The General Sherman Tree – the world's largest tree by volume – stands 275 feet tall and measures more than 36 feet in diameter at its base. Visitors call the tree magnificent and humbling, but warn that lines can be long to take photos by the tree. Many advise arriving early and having patience.
Travelers can see the tree via two trails. The Main Trail can be accessed from a parking lot off Wolverton Road and it's a half-mile walk downhill to reach the tree. Along the way, you'll pass through the Giant Forest and spot exhibits explaining the history of giant sequoias. After you've snapped your photos at the General Sherman Tree, you'll have to walk back uphill. While this trail is paved, there are a few steps. If you'd rather avoid the uphill walk, you can continue downhill to the shuttle stop along Generals Highway. The shuttle will return you to the parking area. There is a wheelchair-accessible trail, which starts from a parking lot along the edge of Generals Highway. From there, it's a quick trip to the tree. The 2-mile-long Congress Trail, a paved loop that begins near the General Sherman Tree, is another hiking option and offers the chance to take in even more views. Visitors say it is well worth it and report that it's not a difficult hike.
- #4View all Photos#4 in Sequoia National ParkFree, Hiking, RecreationTYPE2 hours to Half DayTIME TO SPENDFree, Hiking, RecreationTYPE2 hours to Half DayTIME TO SPEND
There are any number of trails in Sequoia National Park for all abilities and ages. In the Giant Forest, the Congress Trail, a paved 2-mile loop that begins near the General Sherman Tree, is a big hit with visitors, who call it a beautiful, relatively easy walk. A shorter hike, the Big Trees Trail, is a 1-mile loop that goes around a meadow and features interpretive exhibits about the natural history of giant sequoias along the way. Make sure you have a map in hand (cell service is spotty in the park), plenty of water and stay alert for bears. While encounters are rare, hikers should always be aware of their surroundings. Also, plan for the weather, with the proper gear in hand.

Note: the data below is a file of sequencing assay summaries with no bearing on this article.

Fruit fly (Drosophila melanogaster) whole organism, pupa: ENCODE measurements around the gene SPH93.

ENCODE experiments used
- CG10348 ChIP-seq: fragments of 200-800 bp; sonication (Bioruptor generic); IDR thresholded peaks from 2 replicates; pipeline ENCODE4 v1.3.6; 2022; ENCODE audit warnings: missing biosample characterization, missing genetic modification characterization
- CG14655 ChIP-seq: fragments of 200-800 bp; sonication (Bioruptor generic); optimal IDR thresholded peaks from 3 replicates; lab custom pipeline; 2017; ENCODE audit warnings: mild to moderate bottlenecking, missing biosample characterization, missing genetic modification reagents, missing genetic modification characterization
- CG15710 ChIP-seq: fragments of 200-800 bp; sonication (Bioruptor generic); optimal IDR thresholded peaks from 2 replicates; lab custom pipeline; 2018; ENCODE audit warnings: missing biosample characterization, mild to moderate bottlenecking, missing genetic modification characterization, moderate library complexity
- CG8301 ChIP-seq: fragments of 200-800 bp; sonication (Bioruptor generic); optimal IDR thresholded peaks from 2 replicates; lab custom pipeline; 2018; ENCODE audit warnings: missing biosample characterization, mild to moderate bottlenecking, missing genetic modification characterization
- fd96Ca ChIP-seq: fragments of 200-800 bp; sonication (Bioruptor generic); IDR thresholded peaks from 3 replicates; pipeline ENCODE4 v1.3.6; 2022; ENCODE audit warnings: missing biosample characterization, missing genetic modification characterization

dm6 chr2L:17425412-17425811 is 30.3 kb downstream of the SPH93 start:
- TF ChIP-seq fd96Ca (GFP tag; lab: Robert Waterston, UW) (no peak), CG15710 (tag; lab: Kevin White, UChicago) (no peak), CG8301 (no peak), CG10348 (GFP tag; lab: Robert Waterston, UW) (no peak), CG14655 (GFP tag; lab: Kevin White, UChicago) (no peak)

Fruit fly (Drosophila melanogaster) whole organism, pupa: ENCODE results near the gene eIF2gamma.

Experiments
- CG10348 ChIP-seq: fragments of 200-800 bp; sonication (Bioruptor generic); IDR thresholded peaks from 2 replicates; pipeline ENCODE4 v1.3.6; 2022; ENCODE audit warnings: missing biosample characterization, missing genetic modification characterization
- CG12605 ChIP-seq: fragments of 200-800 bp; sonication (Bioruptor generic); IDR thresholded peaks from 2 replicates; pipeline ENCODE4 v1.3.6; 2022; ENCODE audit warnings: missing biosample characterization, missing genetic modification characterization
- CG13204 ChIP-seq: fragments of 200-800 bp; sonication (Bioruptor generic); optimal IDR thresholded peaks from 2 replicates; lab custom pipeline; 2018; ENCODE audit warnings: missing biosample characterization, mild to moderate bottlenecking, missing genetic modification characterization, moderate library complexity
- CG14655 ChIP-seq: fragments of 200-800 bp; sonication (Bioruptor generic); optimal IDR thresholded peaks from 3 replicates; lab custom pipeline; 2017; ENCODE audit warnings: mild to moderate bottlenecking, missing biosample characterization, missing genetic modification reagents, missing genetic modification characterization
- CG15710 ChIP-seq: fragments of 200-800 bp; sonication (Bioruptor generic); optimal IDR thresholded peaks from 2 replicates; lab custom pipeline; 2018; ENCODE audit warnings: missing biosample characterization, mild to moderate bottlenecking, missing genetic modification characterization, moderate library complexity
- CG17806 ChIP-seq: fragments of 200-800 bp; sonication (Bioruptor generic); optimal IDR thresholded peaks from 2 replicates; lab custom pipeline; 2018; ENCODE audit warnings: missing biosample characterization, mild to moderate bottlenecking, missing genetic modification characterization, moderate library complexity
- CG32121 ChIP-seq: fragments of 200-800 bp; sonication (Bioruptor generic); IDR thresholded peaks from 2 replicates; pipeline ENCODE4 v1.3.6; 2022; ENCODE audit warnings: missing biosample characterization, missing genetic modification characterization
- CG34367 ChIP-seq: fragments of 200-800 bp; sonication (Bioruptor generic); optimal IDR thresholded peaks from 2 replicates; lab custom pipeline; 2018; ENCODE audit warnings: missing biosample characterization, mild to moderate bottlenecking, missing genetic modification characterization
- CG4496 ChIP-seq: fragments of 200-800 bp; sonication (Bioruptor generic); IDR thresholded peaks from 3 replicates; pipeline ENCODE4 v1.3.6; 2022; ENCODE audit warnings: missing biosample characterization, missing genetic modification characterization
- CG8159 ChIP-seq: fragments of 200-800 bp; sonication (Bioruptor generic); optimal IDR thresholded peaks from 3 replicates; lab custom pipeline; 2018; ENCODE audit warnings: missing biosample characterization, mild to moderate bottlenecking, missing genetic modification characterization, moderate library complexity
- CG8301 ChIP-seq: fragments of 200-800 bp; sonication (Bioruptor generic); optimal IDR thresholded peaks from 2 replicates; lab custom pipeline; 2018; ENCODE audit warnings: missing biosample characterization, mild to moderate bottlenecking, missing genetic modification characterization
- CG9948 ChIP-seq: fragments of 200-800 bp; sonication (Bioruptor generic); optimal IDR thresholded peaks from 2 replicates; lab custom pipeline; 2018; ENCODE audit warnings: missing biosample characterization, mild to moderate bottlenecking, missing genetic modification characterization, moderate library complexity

For those looking for longer hikes, treks to scenic places like Mist Falls include an 8-mile round-trip journey through forest and chaparral, past rapids and cascades, to finally reward hikers with views of one of the largest waterfalls in the park. To learn about all the hikes available, stop at one of the park's visitors centers. You can pick up maps and get advice from rangers about which of the many trails would be the best fit for you. Trails are accessible 24/7 and free for all visitors. For more information about hiking trails, visit the National Park Service website.
- #5View all PhotosfreeMoro Rock#5 in Sequoia National ParkFree, Hiking, Recreation, SightseeingTYPE1 to 2 hoursTIME TO SPENDFree, Hiking, Recreation, SightseeingTYPE1 to 2 hoursTIME TO SPEND